This Plan B world asserted itself once again on our March getaway to the desert southwest.
To begin, on our departure morning, March 15, 6 am, we crept out of town on icy roads, made it about 5 miles, and confronted a sign on I-15 south informing us that the highway was closed to the Idaho border. In the few miles before the next exit, we explored alternate routes to get around the closure, all of which seemed ridiculous and riddled with their own fraught possibilities. Turn around, creep back home, spend the day shoveling snow and biding time.
Reboot on the 16th, with better results, arriving at friend’s in St. George, Utah in time for a stroll and dinner. The day delay allowed us to drive the 2-lane across northern Arizona to Lee’s Ferry, (closed the day before due to snow) on the way to Prescott, sighting a couple of condors along the way. All good.
The overarching reason for our journey south was the possibility of floating the Salt River in southern Arizona. It’s a tough permit to get, and even if you score one, the likelihood of having enough water to float is iffy. Our friend, Lee, got the permit, and this year, with all the ‘atmospheric river’ activity going on, looked promising.
Indeed, as we closed in on Prescott, the signs of whopping moisture, snow-capped peaks, and recent flooding were everywhere. Flagstaff was blanketed in snow, Oak Creek canyon was full of flood debris, the Verde River, normally a creek with a couple hundred cfs flowing through it, had boomed to 50,000 cfs in recent days. The Salt got up to 12,000 cfs, and our upper limit for tolerating whitewater anxiety was 5,000.
For the next few days, enjoying Lee and Truly’s good company, going for mountain bike rides and hikes, we kept checking river gauges. There was hope. The Verde dropped back down, the Salt kept moderating. As our launch date approached, it looked promising. Only, another pulse of wet weather was looming on the close horizon, predicted to arrive right around our launch day. The river ranger predicted another spike, possibly even higher than the last one, during our float. “It could go to 20,000,” he said.
We huddled, we pondered, we alternately accused each other of being wimps and cowered at the prospect to raging water and long, scary swims in the event of capsizes. In the end we went to Plan B, picking the Gila River in New Mexico. It has also been on our trip radar for decades. It, too, is a flow often too low to run. And the wet weather was tending to miss that watershed. Longer drive, new shuttle arrangements, different maps, some changes in gear.
We drove out of Prescott in a pounding rain storm. Flagstaff was predicted to get 6 inches of snow, followed by rain, followed by another 10 inches of snow. Another big glut of water looked inevitable. Phoenix, Tucson, and finally Silver City, NM in time for an early dinner in a brew pub. Then a tortuously winding road up and over the continental divide, and steeply down into the valley of the Gila.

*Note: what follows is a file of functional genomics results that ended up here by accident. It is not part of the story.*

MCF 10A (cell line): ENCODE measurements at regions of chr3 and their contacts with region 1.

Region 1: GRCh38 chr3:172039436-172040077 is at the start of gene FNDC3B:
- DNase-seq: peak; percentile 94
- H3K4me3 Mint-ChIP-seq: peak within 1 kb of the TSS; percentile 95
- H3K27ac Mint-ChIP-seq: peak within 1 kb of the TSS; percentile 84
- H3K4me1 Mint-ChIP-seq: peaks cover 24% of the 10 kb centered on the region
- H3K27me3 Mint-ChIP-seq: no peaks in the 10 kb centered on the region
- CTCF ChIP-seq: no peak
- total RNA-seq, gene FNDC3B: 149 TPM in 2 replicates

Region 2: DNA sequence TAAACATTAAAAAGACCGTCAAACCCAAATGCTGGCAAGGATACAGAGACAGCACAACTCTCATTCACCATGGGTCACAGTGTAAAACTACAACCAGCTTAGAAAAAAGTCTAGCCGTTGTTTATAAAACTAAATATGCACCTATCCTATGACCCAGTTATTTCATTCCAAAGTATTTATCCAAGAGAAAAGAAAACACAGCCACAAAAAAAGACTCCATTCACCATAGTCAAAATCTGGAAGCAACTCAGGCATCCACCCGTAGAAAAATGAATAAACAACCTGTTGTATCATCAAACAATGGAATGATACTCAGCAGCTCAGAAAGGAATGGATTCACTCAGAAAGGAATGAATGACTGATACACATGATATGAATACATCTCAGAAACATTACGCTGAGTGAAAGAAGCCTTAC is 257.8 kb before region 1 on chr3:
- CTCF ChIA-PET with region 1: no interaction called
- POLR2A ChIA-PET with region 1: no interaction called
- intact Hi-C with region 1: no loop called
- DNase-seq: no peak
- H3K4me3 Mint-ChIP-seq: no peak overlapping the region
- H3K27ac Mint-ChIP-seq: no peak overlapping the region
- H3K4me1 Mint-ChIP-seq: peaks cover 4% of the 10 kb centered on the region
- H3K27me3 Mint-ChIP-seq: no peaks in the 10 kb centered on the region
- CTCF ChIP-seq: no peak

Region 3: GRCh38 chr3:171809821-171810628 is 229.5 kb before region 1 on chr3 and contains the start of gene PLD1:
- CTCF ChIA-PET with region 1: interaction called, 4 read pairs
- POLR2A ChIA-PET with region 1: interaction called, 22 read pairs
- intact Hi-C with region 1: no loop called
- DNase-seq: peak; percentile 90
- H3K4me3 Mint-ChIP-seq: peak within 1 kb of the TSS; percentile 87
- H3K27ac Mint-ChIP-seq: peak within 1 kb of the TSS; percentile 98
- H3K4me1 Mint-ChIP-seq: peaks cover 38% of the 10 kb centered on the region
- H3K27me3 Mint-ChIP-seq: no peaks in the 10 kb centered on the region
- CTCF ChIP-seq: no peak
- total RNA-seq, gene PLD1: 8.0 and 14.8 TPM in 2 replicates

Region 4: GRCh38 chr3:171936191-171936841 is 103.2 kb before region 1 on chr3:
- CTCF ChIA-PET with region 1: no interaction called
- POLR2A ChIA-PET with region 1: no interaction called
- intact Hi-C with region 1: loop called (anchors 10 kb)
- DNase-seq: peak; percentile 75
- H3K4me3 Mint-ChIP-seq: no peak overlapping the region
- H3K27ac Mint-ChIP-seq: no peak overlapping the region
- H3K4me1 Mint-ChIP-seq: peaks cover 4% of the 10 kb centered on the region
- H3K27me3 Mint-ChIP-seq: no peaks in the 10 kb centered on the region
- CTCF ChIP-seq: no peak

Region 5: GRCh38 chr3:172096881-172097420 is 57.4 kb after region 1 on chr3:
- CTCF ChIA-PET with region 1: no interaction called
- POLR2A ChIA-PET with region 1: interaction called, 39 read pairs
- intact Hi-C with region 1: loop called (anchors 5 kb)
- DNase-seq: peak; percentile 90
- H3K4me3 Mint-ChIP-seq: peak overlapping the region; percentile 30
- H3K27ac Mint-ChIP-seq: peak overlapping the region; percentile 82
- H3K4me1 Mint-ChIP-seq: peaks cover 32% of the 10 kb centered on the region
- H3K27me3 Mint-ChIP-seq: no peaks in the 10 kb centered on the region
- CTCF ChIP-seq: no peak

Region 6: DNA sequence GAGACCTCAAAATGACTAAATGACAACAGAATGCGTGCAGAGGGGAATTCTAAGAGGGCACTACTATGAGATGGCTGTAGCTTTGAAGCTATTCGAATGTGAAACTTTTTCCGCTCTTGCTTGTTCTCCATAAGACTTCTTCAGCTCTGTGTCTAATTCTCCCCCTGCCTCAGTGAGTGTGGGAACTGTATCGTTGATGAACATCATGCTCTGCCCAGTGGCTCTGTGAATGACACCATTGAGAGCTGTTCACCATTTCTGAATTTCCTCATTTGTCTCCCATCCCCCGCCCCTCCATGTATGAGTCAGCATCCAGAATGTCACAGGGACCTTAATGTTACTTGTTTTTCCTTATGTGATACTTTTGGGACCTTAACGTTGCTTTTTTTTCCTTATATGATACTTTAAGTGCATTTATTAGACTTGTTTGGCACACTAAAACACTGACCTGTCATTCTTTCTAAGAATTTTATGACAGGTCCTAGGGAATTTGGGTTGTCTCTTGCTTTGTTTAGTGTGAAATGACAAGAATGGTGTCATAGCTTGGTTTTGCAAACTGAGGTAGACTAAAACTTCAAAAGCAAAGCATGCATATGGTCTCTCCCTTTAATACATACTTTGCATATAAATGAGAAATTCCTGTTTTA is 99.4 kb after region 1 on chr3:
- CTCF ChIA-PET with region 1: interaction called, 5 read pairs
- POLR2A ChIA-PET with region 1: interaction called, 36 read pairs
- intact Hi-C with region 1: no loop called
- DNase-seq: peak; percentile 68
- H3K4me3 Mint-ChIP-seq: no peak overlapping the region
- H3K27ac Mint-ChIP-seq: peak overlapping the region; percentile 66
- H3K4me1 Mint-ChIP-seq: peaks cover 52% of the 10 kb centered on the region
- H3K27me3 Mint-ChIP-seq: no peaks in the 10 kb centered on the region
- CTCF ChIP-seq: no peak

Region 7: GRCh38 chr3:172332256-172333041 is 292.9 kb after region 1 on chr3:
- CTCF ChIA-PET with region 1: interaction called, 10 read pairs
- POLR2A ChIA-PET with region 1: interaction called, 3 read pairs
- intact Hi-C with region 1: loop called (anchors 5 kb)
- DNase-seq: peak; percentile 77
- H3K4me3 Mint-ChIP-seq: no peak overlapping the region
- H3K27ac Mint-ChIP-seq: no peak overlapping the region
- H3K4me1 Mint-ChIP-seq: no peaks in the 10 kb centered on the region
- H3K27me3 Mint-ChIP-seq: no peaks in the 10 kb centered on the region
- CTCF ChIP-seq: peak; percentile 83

We camped at a closed campground near the Grapevine launch site and put in the following morning, along with a slug of other boaters (many of whom had made the same Plan B choice we had – we called ourselves “Salt River Refugees”). After a tour of the Gila cliff dwellings and a recon with the shuttle service, we launched around mid-day on roughly 600 cfs of muddy river sluicing through the intensely beautiful Gila Wilderness.
For the next six days we were held in the spell of that valley and the surrounding landscape – volcanic layers in cliffs and peaks and ridges, stunning sycamore trees shining white in the sun, tributary valleys with ancient graneries and petroglyphs, occasional hot springs, signs of recent flooding. The paddling was engaging. The river is a heads up series of challenges. Every bend is a potential minefield of downed trees or braiding channels. Paddling requires constant vigilance and quick choices. At the same time, it isn’t terrifying or pushy. For hours at a time we paddled along in a challenging, fun rhythm through the winding miles, entertained by the topography, sighting new birds, dealing with obstacles, threading the needle through rock gardens or deadfall.
We had enough time to award ourselves with half-days and a layover day with opportunities for hiking, rock hounding, and letting the landscape sink in. It was cold enough that we had thick ice on the water bucket every morning, and headed to the warmth of sleeping bags before 9 at night. The group chemistry geled. The river entertained. The country seduced. All the way to the end the river challenged and engaged us – walking shallow rapids, hitting narrow slots through deadfall, missing walls on sharp bends.
On Day 6, the warmest day of the journey, we coasted up to Mogollon Creek and the line up of our shuttled vehicles. A Plan B worthy of Plan A status. No one regretted choosing the Gila.
Two days later, back in Prescott, we looked back on the wisdom of our choice. As it turned out, the Salt had indeed peaked at almost 17,000 cfs during our window. That would have been daunting indeed. And the Verde, it had zoomed up to nearly 100,000 cfs, an unprecedented flood level that had us all envisioning the fear and loathing of being caught in such an onslaught of river charging through a broad floodplain without high ground. I’d say that the Gila was just right.
Back in Butte now, regrouping, drying out, shoveling. Winter still has us in its grip here. The snow in our front yard is several feet deep, ski areas are buried, the snowpack is upwards of 100% everywhere, and we aren’t changing out snow tires any time soon. Paddling season in Montana is looking good, but it isn’t happening for a while.